That's a problem in a year when Donald Trump is set to top the GOP ticket. Given what the likely presidential nominee has said about immigrants and about keeping Muslims out of the country — and given that Coffman has said he would support the Republican presidential nominee — voting for any GOP candidate will be a tough sell in many immigrant communities.
That's what makes Coffman's new television ad so interesting:
The message stars minorities, especially women — two constituencies tilting far away from Republicans right now in polling across the country. It mentions that Coffman was involved in attempts to revamp the nation's immigration laws — he was a key player in the House during the 2013 debate — and even includes a short clip of Coffman speaking Spanish.
"Mike's not like other politicians," one Hispanic woman says in the ad.
"He's not like other Republicans," says an Asian woman.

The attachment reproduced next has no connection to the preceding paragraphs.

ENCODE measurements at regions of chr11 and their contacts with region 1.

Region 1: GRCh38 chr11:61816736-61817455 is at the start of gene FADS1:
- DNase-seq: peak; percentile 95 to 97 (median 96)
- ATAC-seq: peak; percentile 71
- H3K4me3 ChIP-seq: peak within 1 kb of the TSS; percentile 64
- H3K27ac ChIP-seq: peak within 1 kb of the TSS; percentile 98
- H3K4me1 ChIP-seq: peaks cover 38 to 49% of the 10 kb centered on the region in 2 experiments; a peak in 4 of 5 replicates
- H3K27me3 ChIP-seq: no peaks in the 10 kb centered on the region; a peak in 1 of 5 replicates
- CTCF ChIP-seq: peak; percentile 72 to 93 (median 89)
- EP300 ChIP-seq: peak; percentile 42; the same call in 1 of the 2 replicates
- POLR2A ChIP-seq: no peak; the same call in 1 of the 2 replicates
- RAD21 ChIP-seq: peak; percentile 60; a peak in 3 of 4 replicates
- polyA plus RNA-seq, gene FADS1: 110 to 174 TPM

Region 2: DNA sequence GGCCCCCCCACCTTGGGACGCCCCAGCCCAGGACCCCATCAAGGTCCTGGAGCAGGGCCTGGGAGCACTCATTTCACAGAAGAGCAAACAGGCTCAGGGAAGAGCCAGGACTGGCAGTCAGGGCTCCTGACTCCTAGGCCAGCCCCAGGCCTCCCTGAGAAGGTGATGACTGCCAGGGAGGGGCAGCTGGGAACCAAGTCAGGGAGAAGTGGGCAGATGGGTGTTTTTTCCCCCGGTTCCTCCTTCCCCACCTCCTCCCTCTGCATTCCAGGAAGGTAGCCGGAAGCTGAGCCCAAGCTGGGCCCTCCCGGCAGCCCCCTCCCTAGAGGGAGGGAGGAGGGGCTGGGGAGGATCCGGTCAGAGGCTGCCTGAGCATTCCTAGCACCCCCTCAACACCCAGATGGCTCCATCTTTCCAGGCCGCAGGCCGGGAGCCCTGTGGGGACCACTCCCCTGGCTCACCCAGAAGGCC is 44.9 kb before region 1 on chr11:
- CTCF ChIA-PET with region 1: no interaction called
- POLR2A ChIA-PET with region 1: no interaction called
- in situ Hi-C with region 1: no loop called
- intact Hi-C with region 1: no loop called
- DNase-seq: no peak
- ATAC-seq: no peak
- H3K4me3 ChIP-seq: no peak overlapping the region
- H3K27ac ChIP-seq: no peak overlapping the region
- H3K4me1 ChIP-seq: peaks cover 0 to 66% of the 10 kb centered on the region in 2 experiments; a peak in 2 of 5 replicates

"I think he's better," adds an Ethiopian immigrant.
"Mike's one of us," a Hispanic man says later.
"He's one of us," another Asian woman says.
Appearing again, the Hispanic woman says: "Mike Coffman es uno de nosotros" — he's one of us.
You get the idea.
Nonpartisan forecasters consider Coffman's reelection fight a "tossup" that leans slightly in his direction, in part because presidential election years always bring out more voters. Given the nature of his district, Coffman is a perennial Democratic target. They note that he has announced plans to support Trump; once raised questions about President Obama's birthplace and has voted against some (although not all) immigration legislation proposed in recent years.
But Coffman has survived close challenges before.
It's because of outreach like this ad. Republican congressional candidates running in similarly diverse districts across Arizona, California, Florida, Nevada, New York and Texas may want to take note.